Table 3 shows the main results of this study. There are eight (8) items requiring disclosure
by the company about their ethical practices. These items were developed and modified
from the Recommendation 1.3 under Principle 1 – Establish Clear roles and Responsibilities
of MCCG 2012.
Almost half of the sample (217 companies or 47.8%) did not disclose whether the company
has a formal code of ethics or not. The remaining companies (237 companies or 52.2%)
clearly stated that they have formal code of ethics or have formalized the code of ethics, with
152 companies or 33.5% providing further information on the code. This is considered as
unsatisfactory because it indicates that nearly half of the companies operate without any
Proceedings of 10th Annual London Business Research Conference
10 - 11 August 2015, Imperial College, London, UK, ISBN: 978-1-922069-81-8
formal guideline of ethical practices. It is unclear what is the reference used by the company
when it faces ethical issues. These include making a decision that possibly has the impact
on the and behaviour to other people internally and externally, process and procedures of
investigation if the employees are accused of alleged misconducts, and type of punishment
meted out for an employee‟s misbehaviour.
From the 237 companies that have formalized the code of ethics, only 206 companies made
a clear commitment to the code with merely 49 companies stating how or in what ways the
companies have committed to the code, such as, understanding the content and formally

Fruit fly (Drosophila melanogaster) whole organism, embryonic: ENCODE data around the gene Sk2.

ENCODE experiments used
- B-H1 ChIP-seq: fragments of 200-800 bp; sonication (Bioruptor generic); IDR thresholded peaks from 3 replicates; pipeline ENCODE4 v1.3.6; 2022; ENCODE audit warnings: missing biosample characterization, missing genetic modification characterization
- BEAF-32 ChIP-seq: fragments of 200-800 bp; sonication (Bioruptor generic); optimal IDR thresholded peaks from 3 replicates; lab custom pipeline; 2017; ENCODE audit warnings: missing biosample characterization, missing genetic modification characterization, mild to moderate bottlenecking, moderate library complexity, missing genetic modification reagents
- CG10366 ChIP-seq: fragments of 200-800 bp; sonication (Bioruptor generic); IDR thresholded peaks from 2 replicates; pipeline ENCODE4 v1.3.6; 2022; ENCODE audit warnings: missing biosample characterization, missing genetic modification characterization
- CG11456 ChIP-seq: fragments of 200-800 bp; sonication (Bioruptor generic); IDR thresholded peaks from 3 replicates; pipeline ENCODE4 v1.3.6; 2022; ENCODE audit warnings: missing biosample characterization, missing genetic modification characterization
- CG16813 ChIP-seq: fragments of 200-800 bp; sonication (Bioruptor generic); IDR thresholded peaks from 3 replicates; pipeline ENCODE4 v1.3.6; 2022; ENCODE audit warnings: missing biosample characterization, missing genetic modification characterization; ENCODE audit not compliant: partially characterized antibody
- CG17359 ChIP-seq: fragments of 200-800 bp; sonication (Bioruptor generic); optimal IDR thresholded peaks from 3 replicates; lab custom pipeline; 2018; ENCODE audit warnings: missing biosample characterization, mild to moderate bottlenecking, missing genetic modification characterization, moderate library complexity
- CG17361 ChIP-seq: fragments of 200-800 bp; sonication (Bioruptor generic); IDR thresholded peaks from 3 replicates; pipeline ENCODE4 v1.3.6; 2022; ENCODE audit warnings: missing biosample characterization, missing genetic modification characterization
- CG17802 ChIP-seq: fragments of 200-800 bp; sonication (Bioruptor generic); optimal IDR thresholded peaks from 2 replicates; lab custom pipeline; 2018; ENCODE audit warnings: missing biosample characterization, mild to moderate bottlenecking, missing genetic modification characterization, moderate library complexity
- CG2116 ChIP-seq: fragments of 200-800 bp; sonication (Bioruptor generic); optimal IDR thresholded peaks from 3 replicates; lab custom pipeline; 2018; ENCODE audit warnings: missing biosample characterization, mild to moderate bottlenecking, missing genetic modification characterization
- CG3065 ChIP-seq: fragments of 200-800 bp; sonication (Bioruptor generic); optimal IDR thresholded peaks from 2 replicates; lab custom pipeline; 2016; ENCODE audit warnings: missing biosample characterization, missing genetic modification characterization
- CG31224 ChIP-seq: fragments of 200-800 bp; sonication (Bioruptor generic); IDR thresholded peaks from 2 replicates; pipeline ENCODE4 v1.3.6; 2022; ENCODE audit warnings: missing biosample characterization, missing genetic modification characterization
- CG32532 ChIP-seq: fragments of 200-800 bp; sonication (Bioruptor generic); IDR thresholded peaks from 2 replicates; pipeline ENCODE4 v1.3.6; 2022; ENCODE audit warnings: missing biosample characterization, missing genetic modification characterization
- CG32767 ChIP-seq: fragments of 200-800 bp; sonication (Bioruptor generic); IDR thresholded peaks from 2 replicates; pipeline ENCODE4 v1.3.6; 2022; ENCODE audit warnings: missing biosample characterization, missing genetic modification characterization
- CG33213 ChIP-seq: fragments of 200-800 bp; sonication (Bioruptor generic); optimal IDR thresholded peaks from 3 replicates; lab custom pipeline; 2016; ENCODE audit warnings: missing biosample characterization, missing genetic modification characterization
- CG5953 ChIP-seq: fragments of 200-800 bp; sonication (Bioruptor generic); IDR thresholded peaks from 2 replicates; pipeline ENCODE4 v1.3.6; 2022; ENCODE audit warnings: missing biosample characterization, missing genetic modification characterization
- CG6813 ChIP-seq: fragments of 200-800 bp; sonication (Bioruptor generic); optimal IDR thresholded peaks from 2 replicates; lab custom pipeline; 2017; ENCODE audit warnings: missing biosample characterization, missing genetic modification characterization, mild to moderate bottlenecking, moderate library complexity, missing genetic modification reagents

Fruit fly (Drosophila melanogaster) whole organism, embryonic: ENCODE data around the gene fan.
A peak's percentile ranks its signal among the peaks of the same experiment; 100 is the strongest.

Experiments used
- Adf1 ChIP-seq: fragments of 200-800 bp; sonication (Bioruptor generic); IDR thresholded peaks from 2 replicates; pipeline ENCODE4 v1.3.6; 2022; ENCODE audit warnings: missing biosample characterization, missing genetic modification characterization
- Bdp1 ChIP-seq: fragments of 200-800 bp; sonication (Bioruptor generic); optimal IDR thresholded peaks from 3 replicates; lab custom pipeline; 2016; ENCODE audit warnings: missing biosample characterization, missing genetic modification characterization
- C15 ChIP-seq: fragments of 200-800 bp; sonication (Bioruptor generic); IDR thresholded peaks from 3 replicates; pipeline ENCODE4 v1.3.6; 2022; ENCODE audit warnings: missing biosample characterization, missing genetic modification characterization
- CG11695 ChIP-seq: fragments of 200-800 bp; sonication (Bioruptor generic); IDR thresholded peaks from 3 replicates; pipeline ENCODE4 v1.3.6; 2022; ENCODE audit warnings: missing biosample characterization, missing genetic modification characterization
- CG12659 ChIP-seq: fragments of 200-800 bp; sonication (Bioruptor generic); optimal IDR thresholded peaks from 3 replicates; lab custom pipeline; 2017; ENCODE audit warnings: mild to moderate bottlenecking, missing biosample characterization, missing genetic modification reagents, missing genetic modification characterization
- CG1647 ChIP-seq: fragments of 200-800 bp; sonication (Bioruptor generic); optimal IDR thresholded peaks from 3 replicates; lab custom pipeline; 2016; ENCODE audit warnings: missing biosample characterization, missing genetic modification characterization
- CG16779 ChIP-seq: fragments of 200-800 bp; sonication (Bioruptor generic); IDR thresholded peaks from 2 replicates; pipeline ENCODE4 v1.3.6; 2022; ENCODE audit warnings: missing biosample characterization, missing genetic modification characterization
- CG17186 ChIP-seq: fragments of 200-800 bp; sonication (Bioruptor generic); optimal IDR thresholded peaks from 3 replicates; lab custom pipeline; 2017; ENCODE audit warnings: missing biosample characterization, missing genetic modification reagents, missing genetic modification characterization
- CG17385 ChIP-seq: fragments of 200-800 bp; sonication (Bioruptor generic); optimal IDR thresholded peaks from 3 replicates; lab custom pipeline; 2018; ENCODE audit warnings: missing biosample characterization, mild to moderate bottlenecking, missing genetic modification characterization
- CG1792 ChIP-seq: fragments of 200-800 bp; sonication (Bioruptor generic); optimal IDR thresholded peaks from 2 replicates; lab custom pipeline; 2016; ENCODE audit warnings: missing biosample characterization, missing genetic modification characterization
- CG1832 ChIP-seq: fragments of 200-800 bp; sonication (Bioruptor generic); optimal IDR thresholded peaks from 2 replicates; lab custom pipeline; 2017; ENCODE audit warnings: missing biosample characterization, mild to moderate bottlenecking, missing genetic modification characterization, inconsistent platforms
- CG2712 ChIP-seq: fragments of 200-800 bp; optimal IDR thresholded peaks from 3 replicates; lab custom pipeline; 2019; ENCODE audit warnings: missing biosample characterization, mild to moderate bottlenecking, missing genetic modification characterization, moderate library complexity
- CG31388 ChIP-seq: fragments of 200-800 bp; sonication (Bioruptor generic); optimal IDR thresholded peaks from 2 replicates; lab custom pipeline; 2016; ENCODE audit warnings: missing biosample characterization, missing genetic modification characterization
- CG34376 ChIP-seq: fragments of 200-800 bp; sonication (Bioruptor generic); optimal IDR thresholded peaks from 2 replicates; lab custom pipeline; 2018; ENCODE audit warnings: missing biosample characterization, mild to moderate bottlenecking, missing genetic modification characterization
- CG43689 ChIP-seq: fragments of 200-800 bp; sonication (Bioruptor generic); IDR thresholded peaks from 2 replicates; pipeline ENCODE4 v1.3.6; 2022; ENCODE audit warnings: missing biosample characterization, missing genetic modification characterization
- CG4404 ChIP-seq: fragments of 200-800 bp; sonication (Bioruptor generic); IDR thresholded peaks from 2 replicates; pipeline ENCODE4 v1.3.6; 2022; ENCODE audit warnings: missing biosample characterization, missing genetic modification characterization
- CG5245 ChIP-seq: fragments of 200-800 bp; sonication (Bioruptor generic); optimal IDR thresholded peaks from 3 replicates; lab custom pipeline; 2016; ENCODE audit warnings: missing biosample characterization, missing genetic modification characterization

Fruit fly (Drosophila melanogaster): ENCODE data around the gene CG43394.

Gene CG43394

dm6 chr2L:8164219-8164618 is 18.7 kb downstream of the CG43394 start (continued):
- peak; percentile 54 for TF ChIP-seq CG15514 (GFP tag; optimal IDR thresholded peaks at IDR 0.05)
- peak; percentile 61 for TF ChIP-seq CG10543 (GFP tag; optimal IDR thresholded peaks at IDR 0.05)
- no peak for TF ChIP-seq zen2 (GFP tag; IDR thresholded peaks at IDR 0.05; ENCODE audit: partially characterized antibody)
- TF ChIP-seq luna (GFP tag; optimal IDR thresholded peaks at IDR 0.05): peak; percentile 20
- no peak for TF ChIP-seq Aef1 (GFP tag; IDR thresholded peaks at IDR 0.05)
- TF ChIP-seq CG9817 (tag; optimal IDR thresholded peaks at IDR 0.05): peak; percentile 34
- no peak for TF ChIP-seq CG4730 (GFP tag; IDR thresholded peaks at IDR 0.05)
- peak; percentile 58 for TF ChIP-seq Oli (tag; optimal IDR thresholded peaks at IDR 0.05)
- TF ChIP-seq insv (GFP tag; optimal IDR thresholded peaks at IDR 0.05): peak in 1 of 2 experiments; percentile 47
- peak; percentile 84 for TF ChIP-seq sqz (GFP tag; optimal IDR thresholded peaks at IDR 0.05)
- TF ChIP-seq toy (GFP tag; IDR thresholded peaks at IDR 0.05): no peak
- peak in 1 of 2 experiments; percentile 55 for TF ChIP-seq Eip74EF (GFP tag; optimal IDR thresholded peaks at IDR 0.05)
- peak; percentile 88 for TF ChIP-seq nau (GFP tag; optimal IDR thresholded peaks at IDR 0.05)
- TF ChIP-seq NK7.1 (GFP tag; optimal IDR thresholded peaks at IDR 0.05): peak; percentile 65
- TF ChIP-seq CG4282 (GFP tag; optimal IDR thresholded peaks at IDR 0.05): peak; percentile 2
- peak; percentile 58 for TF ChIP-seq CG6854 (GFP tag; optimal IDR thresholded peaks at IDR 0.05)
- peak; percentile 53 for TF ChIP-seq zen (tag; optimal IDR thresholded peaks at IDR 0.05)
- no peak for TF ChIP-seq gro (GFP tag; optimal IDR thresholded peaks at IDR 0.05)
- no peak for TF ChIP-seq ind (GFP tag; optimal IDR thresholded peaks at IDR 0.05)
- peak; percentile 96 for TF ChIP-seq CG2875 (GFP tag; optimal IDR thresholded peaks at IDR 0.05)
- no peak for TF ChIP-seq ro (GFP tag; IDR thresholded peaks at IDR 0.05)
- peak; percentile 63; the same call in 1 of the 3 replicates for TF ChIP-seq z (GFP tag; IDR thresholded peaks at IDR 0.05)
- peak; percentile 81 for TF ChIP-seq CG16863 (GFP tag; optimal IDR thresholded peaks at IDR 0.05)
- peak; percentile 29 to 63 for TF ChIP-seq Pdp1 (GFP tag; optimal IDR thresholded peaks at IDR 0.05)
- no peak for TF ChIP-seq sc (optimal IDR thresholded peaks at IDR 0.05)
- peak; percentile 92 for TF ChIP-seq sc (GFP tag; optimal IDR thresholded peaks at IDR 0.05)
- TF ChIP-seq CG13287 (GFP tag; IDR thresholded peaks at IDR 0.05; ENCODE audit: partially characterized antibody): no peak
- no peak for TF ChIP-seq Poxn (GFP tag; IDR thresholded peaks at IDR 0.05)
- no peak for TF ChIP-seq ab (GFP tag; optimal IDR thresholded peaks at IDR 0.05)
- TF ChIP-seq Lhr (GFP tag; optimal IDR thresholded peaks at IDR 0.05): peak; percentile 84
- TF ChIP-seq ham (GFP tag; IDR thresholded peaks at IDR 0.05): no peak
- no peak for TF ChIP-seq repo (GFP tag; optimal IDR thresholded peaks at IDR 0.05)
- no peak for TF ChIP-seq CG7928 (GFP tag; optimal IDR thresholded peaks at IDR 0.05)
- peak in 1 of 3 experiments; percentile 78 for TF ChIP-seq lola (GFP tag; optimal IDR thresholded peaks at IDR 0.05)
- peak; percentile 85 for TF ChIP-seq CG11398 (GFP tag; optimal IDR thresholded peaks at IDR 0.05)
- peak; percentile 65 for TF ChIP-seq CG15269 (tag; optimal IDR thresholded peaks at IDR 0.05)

sign the formal undertakings to comply with the code. The results indicate that the company
may not be serious enough to implement the ethics practices in the company and just
establish a document without specific power and authority.
Items number 3, 4, and 5 support the results of item 2. Only 22 companies (4.8%) have
indicated that they have implemented a system to support the code and a slightly higher
percentage of companies have a system to promote the code and ensure the compliance to
the code (32 companies or 7.0% each for item 4 and item 5). These findings indicate that the
companies do not have any plan or intention to make ethics practices meaningful and a part
of the business environment in the companies. Having code of ethics without proper support
mechanism will impair the effectiveness of the code. This support can include dedicated
employees who monitor the implementation of the code, goods, services, money, and other
resources that are specifically provided to implement the code. Likewise, without
communication of the code within the company, employees will forget about the existence of
the code and without a mechanism to ensure the code compliance, employees will have
poor perceptions on ethics; for example, may regard violating the code of ethics as
acceptable and tolerable since no action will be taken.
In terms of whistleblowing provision, more than half of the companies (253 companies or
55.7%) do not indicate whether a whistleblowing channel exist or not in their company. This